While Iceland's financial woes are a small slice of the global insolvency pie, nonetheless the country has generated a flurry of press over their banking failures, with sensational titles like "Iceland exposed: How a whole nation went down the toilet".
Those reading of Iceland's seemingly quick transformation from economic boom to financial pariah might conclude the meltdown is Iceland's own doing--without any contributing factors. Certainly Iceland itself played a large role in this crisis, but it does fit within a larger context that deserves some scrutiny.
As an island nation with few resources of their own, Iceland is particularly vulnerable during economic booms because it must pay for many imported goods using currency like the euro. As the current boom picked up steam, Iceland had to borrow ever more euros to maintain the pace of development. Thus began a "virtuous cycle" of price inflation in their currency, with escalating foreign credit needed to cover retail expenditure. Foreign banks were all too eager to lend, but obviously there was only so much wealth for Iceland to borrow against; few considered the downside risk during the growth phase. Notably by Iceland's bankers and ministers, who should have better looked after Iceland's financial position.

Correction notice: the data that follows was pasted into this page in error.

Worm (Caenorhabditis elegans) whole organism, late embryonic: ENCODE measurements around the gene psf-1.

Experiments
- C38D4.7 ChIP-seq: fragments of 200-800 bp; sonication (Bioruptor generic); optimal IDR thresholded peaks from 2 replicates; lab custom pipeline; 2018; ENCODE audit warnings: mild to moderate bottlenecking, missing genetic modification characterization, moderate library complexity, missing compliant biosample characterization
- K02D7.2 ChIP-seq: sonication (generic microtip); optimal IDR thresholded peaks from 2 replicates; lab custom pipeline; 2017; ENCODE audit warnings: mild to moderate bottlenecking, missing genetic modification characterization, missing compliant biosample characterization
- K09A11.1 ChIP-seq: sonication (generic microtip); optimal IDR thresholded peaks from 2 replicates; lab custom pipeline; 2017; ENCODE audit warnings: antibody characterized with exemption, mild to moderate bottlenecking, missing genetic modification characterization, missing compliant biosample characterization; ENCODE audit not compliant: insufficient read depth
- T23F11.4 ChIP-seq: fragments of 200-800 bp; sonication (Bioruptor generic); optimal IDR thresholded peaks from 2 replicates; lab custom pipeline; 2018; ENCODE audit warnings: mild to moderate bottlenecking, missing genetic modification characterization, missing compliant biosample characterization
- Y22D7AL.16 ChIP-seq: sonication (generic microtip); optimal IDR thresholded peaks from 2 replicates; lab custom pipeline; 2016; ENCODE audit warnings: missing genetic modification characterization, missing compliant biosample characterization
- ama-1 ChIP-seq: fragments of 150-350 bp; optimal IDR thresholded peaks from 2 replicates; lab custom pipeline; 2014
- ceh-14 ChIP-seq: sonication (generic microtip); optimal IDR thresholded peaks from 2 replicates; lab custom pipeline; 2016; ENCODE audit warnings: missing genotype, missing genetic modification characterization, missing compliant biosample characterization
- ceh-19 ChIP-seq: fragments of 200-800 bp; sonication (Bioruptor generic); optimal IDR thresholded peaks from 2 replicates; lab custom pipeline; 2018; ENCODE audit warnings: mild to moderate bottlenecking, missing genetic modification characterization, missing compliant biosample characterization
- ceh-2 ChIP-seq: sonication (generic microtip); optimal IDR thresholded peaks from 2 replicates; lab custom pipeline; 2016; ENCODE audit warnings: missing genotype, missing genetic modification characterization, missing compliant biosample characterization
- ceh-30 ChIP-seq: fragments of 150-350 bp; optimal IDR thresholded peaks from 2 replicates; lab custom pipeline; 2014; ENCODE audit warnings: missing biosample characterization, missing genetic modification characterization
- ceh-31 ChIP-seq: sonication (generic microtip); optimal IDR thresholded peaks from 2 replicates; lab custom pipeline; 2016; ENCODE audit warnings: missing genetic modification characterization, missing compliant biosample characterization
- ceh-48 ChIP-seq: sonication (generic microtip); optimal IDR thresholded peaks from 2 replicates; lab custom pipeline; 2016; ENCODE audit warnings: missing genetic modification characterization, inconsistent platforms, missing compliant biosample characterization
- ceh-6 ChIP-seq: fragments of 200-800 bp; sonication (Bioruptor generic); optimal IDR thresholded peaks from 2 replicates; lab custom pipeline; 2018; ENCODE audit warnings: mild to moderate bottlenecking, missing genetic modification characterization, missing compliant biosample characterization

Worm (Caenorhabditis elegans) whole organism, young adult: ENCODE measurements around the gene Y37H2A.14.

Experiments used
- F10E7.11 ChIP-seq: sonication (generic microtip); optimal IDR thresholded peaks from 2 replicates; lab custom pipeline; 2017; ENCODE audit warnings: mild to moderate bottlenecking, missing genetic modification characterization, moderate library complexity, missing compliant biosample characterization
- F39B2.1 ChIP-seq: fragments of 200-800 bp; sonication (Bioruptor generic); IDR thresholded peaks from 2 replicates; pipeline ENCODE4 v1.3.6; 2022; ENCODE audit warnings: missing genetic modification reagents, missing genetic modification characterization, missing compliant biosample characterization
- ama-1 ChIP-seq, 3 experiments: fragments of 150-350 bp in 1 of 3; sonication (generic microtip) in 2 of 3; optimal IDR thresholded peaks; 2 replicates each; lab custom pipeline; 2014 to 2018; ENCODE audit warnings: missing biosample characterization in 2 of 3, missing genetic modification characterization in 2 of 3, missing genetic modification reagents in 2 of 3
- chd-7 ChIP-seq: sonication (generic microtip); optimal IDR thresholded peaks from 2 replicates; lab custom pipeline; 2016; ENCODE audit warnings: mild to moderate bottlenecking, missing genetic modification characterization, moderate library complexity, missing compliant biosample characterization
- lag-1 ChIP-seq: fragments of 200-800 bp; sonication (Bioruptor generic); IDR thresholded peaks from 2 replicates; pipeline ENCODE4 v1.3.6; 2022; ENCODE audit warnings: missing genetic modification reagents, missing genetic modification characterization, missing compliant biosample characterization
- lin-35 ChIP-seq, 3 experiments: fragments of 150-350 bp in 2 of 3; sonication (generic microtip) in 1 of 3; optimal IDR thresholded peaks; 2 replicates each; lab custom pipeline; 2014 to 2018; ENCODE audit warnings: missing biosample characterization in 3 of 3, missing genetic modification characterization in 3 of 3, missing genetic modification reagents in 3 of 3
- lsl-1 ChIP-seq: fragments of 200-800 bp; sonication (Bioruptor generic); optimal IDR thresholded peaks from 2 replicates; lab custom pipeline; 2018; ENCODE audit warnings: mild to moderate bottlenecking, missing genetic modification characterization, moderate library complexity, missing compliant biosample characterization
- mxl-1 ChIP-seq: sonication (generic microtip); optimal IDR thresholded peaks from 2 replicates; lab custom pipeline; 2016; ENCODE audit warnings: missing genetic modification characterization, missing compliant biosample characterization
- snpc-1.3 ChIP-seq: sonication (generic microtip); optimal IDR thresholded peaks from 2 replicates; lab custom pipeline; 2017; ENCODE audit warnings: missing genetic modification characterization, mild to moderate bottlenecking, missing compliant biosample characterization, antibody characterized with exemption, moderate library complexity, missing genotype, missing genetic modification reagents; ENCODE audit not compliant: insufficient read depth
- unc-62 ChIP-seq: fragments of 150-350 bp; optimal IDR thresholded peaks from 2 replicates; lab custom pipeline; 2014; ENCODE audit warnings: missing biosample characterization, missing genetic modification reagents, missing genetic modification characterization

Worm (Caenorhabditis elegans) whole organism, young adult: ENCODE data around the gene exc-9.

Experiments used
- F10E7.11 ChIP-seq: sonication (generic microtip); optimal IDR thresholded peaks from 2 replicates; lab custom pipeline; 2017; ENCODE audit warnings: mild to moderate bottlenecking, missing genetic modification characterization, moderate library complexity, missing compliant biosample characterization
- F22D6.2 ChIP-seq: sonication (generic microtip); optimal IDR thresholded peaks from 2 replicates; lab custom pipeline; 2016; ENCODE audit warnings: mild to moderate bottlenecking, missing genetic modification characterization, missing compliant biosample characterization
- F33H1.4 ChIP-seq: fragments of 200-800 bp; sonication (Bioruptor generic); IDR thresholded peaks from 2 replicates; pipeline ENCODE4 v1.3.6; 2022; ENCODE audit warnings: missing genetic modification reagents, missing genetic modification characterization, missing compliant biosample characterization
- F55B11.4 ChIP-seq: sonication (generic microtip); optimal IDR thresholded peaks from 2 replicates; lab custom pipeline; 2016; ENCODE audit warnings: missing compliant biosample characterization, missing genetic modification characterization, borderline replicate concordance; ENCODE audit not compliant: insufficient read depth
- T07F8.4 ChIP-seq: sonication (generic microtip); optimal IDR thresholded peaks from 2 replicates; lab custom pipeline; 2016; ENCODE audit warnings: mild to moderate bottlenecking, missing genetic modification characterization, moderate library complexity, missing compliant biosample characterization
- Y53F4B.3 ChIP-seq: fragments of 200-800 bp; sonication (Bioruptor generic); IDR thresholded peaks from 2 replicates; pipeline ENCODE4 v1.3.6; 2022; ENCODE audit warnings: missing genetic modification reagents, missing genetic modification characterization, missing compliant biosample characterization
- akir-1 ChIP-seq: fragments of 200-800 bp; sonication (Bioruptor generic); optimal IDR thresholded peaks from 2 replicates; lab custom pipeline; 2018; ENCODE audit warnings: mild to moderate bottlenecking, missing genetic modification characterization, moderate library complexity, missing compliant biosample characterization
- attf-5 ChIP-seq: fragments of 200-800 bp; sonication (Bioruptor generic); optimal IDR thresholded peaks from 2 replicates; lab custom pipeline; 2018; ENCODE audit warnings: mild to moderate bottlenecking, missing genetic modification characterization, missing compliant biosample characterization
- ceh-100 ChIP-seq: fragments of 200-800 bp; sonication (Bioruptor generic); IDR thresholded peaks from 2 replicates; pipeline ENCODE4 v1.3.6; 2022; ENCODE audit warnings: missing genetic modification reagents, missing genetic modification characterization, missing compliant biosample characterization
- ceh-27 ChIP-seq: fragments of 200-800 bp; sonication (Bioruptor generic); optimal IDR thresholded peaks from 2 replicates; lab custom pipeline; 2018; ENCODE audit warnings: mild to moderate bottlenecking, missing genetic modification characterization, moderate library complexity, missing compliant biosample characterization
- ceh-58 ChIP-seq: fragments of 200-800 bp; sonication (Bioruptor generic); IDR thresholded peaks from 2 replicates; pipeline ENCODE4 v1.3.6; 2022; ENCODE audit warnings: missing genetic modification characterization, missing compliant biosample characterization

Apparently, quite a few UK investors lost money in Iceland, and articles like above are self-explanatory in that regard. Obviously, Iceland screwed up big. But, If there is a larger context here, the situation with Iceland should serve a warning to any nation who overspends against foreign lending. Certainly there must be other examples.
--Just a few, incomplete thoughts taken from discussions with friends in Iceland and from my own reading on this crisis. As a balance to the British press, here are a couple of viewpoints on the meltdown from Iceland's perspective.
(interesting to read here how US-based REMAX became involved in hyping their housing bubble.)